W.A.S.P.'s ReIdolized: A Bittersweet Reminder Of The Rise And Fall Of 80's Metal


Written by: Andrew Scuoler
Published: 20.02.2018


Intelligent, dark and utterly compelling, ReIdolized is the perfect way to celebrate the original release of arguably metal's finest concept album. This is the re-release of W.A.S.P.'s critically acclaimed 1992 album The Crimson Idol, entirely rerecorded and featuring four previously unreleased songs. Whilst it's difficult to imagine anyone but hardcore fans buying this release, it should bring some well-deserved attention to one of the most important metal releases of all time.

The deal here is slightly complicated. The original Crimson Idol project was intended to be a movie, and the album to be its soundtrack. The movie was recorded but never released until now. But it can only be described as a 50-minute-long series of music videos. They are nicely done but a movie it certainly is not.

Musically, ReIdolized is heavy, albeit without the grit and aggression of its predecessor, 1989's The Headless Children. There's an orchestral vibe, emotionally charged vocal delivery, and riffs galore. The arrangements are far more sophisticated than early W.A.S.P., with the haunting ballad "The Idol", the searing "Miss You", and the rampaging "Chainsaw Charlie" being the standout tracks.

The opening lines of the first track, "The Titanic Overture", set the tone for this introspective tour de force and listeners are treated to big riffs and strings (actually keyboards) and a story of a young man embarking on his journey into the world. Musically this is a departure from the earlier sound; it's cleaner and more intricate. There is, however, one throwback to earlier W.A.S.P. in the form of "Chainsaw Charlie", a stomping beast of a song that opens with gentle acoustic guitar before the sound of a chainsaw reassures listeners that this is, in fact, the piss-soaked, vitriolic rage of yore. This song is about Alex Rodman, Jonathan's manager (who Lawless has confirmed is based on a real person), who promises fame and glory but throws him into "the morgue where music comes to die".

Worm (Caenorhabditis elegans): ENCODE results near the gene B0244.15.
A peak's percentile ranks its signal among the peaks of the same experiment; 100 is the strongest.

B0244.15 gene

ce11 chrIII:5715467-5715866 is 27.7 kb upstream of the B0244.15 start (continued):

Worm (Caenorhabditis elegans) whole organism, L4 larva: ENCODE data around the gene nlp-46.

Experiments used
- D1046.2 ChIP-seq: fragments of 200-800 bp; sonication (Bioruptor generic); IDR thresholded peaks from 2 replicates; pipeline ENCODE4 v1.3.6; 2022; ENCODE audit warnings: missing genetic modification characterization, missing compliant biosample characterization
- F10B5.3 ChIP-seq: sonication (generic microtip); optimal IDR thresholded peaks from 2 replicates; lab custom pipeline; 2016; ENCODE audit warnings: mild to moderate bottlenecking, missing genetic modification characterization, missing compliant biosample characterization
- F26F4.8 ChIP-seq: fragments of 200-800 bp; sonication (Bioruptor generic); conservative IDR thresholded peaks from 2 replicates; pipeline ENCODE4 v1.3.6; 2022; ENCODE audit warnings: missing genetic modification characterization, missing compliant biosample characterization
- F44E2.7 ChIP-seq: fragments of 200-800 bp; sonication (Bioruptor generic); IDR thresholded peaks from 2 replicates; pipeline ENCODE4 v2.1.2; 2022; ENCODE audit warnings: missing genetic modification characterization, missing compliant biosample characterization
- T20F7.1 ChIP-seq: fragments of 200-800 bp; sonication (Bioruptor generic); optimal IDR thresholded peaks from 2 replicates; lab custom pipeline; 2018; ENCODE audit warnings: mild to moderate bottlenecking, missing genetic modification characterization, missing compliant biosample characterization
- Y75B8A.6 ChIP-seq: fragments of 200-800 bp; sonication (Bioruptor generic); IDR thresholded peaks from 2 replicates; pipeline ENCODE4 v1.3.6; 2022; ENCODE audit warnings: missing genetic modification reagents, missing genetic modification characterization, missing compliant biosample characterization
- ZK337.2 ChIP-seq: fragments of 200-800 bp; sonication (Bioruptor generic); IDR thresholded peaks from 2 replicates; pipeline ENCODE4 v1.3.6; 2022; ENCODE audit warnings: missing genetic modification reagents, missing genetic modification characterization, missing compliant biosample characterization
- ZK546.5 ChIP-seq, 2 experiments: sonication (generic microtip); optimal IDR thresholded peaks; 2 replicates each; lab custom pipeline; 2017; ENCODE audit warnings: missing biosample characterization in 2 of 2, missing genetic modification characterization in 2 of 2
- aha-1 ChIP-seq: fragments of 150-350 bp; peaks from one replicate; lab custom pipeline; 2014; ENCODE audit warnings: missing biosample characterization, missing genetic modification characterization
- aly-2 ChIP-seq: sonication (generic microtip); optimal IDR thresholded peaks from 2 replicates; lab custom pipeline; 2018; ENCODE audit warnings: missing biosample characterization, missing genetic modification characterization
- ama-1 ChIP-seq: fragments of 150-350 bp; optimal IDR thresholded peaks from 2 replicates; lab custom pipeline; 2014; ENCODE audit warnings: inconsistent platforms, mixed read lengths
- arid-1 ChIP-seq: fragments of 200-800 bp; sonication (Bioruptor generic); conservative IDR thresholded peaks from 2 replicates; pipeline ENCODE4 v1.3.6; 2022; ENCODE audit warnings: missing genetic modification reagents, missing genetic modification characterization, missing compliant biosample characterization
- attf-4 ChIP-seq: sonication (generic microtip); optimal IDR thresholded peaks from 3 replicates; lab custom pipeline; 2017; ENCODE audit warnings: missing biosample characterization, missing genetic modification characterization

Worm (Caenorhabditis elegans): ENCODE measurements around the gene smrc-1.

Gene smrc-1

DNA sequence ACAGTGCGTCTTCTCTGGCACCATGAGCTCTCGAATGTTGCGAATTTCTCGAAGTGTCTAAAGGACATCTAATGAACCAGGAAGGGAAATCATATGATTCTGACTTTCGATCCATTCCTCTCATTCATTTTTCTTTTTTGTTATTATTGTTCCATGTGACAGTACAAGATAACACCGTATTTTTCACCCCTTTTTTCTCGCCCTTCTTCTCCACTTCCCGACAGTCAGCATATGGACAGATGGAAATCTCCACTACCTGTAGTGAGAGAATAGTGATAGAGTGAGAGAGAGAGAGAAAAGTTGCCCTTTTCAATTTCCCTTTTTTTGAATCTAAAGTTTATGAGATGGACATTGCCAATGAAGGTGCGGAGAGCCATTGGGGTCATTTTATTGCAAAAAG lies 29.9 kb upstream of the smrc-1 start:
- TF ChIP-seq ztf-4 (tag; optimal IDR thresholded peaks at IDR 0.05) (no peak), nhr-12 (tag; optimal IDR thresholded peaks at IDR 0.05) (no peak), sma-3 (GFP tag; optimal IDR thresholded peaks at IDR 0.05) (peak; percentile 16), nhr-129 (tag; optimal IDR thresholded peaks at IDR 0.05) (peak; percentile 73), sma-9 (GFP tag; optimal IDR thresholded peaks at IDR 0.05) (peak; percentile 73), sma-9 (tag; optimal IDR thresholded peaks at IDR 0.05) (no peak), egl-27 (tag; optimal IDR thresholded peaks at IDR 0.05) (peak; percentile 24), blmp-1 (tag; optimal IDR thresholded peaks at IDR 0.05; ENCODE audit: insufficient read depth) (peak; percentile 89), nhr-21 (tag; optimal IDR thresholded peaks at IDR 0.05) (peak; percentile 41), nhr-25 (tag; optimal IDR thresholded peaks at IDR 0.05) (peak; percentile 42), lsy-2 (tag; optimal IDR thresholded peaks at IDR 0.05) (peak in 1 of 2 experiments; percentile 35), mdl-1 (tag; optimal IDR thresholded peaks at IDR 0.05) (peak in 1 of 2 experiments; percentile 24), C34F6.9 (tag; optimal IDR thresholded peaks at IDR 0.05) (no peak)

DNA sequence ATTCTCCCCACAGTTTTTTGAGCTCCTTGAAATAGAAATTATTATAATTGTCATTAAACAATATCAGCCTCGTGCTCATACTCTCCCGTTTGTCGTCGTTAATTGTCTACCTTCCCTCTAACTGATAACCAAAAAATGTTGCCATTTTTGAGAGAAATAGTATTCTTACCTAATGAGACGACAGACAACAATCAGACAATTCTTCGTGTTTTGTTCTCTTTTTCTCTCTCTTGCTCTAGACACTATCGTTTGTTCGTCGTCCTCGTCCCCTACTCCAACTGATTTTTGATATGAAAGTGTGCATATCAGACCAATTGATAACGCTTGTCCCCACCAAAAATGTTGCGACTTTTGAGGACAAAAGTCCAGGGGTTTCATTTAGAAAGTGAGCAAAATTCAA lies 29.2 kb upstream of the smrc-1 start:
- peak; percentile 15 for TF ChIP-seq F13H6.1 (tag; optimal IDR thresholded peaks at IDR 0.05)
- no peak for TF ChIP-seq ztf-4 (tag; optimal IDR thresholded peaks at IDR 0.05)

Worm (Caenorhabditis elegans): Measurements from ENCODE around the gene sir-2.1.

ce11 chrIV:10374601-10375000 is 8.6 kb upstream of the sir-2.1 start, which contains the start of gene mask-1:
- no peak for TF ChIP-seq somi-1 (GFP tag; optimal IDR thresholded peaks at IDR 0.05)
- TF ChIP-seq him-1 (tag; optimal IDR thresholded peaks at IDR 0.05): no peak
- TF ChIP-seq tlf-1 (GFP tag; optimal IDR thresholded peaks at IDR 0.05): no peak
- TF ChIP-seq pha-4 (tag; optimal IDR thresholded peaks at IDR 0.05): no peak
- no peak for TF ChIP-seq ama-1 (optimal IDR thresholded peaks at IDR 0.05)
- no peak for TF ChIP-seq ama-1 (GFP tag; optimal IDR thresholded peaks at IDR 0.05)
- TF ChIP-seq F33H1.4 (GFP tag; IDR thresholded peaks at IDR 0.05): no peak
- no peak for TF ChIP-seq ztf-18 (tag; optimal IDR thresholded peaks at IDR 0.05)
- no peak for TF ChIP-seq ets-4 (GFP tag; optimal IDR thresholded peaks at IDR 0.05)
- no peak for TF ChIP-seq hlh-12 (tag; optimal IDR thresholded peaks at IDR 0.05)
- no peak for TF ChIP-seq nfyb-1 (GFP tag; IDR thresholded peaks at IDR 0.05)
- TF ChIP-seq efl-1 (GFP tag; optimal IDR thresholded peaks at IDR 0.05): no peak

The original recording describes Alex as a "motherfucker" and a "cock-sucking asshole" and fans of the original won't be happy to know that these references have been sanitized - somewhat pathetically, "cock-sucking asshole" is now "blood-sucking rats' hole" and "motherfucker" is now "monster". It is difficult to imagine how these words can be more offensive than they were in 1992, but I digress.

The absence of Chris Holmes is notable, with Bob Kulick (previously of KISS and Meat Loaf) providing passable but uninspiring solos, leaving the listener wishing Lawless had chosen a player with a more metal pedigree.

The four new songs are disappointing. More accurately, there are two new songs and two new interludes. "Michael's Song" is an instrumental piece overlaid with glorious lead guitar, and remarkably similar to "Euphoria" from 2001's Unholy Terror. It's wonderfully melancholic and deserves to be more than a two-minute afterthought. The second new addition is "Hey Mama", another acoustic interlude that deals with Jonathan's relationship with his mother. It launches into "The Lost Boy", the first of two new full-length songs. It's an upbeat track that, again, deals with the 'mother issue'. Musically the song is a little flat, and if there's one point where the record crosses the line from the introspective to the self-indulgent, it is this track.

From here, we move to the second new song, "The Peace", a synth-strewn ballad reminiscent of 1989's "Forever Free". Musically, fans will not be left wondering why it was excluded from the original release. But lyrically, it is an important part of the story, with Jonathan at the height his career and yet desperately searching for an escape from his inner demons.

The highlight of this new version remains the "The Idol", an emotionally charged, achingly bittersweet ballad (I highly recommend this live acoustic version). The lyrics speak to the crushing loneliness of a man who simultaneously has everything and nothing, and the tragic hero of the Rock Star is brought to life. It's evocative, sad, and haunting. This is Blackie Lawless pouring his heart out, desperately hoping somebody will understand. It is nothing short of magnificent.